Introduction to Biostatistics 

statistics are simply a collection of tools that researchers employ to help answer research questions


INTRODUCTION

Statistics plays a vitally important role in the research.

Health information is very often explained in statistical terms

Many decisions in the Health Sciences are created through statistical studies

It enables you:

to read and evaluate reports and other literature

to take independent research investigations

to describe the data in meaningful terms
DEFINITIONS

Statistics: is the study of how to collect, organizes, analyze, and interpret data.

Data: the values recorded in an experiment or observation.

Population: refers to any collection of individual items or units that are the subject of investigation.

Sample: A small representative sample of a population is called sample.

Observation: each unit in the sample provides a record, as a measurement which is called observation.

Sampling: getting sample from a population

Variable: the value of an item or individual is called variable

Raw Data: Data collected in original form.

Frequency: The number of times a certain value or class of values occurs.

Tabulation: can be defined as the logical and systematic arrangement of statistical data in rows and columns.

Frequency Distribution: The organization of raw data in table form with classes and frequencies.

Class Limits: Separate one class in a grouped frequency distribution from another. The limits could actually appear in the data and have gaps between the upper limit of one class and the lower limit of the next.

Class Boundaries: Separate one class in a grouped frequency distribution from another.

Cumulative Frequency: The number of values less than the upper class boundary for the current class. This is a running total of the frequencies.

Histogram: A graph which displays the data by using vertical bars of various heights to represent frequencies.

Frequency Polygon: it is a line graph. The frequency is placed along the vertical axis and the class midpoints are placed along the horizontal axis. These points are connected with lines.

Pie Chart: Graphical depiction of data as slices of a pie. The frequency determines the size of the slice. The number of degrees in any slice is the relative frequency times 360 degrees.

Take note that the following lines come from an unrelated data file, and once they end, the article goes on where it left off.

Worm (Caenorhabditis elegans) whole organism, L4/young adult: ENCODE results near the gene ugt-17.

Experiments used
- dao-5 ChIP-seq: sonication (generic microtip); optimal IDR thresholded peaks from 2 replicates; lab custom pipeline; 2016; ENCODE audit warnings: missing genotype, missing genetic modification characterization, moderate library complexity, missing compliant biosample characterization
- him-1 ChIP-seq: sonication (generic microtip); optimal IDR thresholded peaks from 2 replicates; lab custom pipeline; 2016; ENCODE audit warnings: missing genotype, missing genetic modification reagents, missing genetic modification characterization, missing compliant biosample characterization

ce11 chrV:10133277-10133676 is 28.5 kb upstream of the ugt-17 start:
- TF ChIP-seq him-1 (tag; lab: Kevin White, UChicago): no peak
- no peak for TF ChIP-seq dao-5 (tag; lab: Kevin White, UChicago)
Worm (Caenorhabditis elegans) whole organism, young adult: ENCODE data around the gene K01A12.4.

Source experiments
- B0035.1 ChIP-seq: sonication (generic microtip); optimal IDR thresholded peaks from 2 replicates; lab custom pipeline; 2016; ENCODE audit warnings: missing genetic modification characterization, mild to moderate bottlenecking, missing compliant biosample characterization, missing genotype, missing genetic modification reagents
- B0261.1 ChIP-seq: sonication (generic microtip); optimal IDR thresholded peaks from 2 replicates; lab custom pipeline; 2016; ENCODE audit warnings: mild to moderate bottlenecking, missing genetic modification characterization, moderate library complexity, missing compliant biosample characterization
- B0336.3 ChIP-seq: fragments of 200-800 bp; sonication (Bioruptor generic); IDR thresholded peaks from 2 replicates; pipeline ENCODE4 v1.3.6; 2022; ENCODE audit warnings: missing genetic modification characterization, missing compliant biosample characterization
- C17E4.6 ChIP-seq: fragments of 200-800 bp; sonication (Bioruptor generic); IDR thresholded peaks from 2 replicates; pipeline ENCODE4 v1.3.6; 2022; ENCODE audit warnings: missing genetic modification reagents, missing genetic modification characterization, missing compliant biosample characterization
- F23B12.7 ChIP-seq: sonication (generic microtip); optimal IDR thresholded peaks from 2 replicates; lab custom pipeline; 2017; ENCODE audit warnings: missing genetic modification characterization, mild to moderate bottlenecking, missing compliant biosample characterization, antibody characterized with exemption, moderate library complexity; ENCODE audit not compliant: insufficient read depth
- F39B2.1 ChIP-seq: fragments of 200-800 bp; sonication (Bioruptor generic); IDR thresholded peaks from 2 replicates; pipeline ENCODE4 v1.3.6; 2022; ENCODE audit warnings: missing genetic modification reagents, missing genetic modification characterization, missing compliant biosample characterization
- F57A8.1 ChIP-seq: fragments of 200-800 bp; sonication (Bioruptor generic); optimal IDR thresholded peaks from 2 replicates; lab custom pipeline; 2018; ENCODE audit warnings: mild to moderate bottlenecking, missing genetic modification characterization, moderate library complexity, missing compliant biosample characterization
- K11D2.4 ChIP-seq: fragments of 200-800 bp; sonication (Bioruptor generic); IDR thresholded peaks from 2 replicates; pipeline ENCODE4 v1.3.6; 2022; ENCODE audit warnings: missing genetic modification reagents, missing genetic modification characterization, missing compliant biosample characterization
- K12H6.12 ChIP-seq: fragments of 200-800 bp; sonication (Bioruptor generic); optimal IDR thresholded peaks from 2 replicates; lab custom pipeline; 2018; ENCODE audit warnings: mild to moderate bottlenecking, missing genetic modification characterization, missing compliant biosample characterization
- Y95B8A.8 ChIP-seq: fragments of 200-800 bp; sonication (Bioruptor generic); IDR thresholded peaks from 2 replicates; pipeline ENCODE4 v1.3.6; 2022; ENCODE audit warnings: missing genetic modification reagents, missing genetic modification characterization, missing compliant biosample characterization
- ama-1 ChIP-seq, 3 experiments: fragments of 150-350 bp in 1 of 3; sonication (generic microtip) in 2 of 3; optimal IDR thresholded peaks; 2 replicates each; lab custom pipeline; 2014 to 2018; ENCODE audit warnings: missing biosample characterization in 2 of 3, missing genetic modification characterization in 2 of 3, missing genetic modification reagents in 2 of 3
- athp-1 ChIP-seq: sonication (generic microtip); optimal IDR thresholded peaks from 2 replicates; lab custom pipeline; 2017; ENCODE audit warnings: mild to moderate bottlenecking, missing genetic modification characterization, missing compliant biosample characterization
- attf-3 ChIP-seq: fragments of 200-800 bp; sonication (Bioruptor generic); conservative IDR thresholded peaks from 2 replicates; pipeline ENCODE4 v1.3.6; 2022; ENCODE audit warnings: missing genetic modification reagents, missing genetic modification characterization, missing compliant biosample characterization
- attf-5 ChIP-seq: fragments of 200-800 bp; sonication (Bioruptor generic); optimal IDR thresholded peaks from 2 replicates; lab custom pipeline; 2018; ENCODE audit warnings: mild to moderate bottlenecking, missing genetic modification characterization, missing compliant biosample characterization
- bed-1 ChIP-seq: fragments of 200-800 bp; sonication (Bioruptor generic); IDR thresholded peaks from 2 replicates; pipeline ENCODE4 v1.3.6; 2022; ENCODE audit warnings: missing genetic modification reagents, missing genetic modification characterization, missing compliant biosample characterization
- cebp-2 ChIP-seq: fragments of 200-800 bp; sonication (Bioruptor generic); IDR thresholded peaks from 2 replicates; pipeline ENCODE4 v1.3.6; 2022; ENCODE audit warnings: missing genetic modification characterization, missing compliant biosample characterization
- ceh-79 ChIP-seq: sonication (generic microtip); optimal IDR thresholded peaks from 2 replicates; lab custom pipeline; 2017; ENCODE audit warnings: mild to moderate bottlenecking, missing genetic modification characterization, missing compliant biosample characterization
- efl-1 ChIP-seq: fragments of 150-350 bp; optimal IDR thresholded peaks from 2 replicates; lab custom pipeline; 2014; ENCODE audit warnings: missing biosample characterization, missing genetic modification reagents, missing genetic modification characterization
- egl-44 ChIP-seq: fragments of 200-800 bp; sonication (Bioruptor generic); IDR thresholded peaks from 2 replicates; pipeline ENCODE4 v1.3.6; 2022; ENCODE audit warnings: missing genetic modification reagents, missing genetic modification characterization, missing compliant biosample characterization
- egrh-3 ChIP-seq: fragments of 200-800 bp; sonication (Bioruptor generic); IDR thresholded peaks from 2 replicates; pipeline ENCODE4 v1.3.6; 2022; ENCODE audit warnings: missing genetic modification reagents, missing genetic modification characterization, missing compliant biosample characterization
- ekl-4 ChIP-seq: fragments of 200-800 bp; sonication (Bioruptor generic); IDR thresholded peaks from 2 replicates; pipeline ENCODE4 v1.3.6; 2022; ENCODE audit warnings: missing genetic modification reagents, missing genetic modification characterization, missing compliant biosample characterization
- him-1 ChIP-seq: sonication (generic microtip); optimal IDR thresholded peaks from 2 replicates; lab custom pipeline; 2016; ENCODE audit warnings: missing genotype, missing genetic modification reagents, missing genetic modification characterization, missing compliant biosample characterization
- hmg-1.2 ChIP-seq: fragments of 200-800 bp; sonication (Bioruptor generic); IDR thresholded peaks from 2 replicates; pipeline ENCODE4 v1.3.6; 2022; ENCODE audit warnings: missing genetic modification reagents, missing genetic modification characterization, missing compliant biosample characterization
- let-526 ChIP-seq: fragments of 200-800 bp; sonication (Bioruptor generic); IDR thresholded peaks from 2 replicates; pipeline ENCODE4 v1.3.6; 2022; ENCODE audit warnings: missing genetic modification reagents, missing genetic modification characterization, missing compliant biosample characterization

Central tendency  a typical or representative value for a dataset.
VARIABLES
 The value of an item or individual is called variable.
 Variables are of two types:
 Quantitative: a variable with a numeric value. E.g. age, weight.
 Qualitative: a variable with a category or group value. E.g. Gender (M/F), Religion (H/M/C), Qualification (degree/PG)
 Quantitative variable are two types:
 Discrete /categorical variables
 Continuous variables
 Variables can be
 Independent
 Are not influenced by other variables.
 Are not influenced by the event, but could influence the event.
 Dependent
 The variable which is influenced by the others is often referred as dependent variable.
E.g. In an experimental study on relaxation intervention for reducing HTN, blood pressure is the dependent variable and relaxation training, age and gender are independent variable.
SAMPLING

In Simple Random sampling, each individual of the population has an equal chance of being included in the sample. Two methods are used in simple random sampling:

Random Numbers method

Lottery method

In stratified random sampling, the population is divide in to groups or strata on the basis of certain characteristics.

In cluster sampling, the whole population is divided in to a number of relatively small cluster groups. Then some of the clusters are randomly selected.

Convenience sampling is a type of nonprobability sampling which involves the sample being drawn from that part of the population which is selected because it is readily available and convenient.

Purposive sampling is a type of nonprobability sampling in which researcher selects participants based on fulfillment of some criteria. E.g. schizophrenia treatment naive.
SCALES OF MEASUREMENT

Four measurement scales are used: nominal, ordinal, interval and ratio.

Each level has its own rules and restrictions.
Nominal Scale of measurement

Nominal variables include categories of people, events, and other phenomena are named.

Example: gender, ageclass, religion, type of disease, blood groups A, B, AB, and O.

They are exhaustive in nature, and are mutually exclusive.

These categories are discrete and noncontinuous.

Statistical operations permissible are: counting of frequency, Percentage, Proportion, mode, and coefficient of contingency.
Ordinal Scale of measurement

It is second in terms of its refinement as a means of classifying information.

It incorporates the functions of nominal scale.

The ordinal scale is used to arrange (or rank) individuals into a sequence ranging from the highest to lowest.

Ordinal implies rankordered from highest to lowest.

Grade A+, A, B+, B, C+, C

1st , 2nd , 3rd etc
Interval scale of Measurement

Interval scale refers to the third level of measurement in relation to complexity of statistical techniques used to analyze data.

It is quantitative in nature

The individual units are equidistant from one point to the other.

The interval data does not have an absolute zero.
Ratio Scale of Measurement

Equal distances between the increments

This scale has an absolute zero.

Ratio variables exhibit the characteristics of ordinal and interval measurement
[The mathematical properties of interval and ratio scales are very similar, so the statistical procedures are common for both the scales.]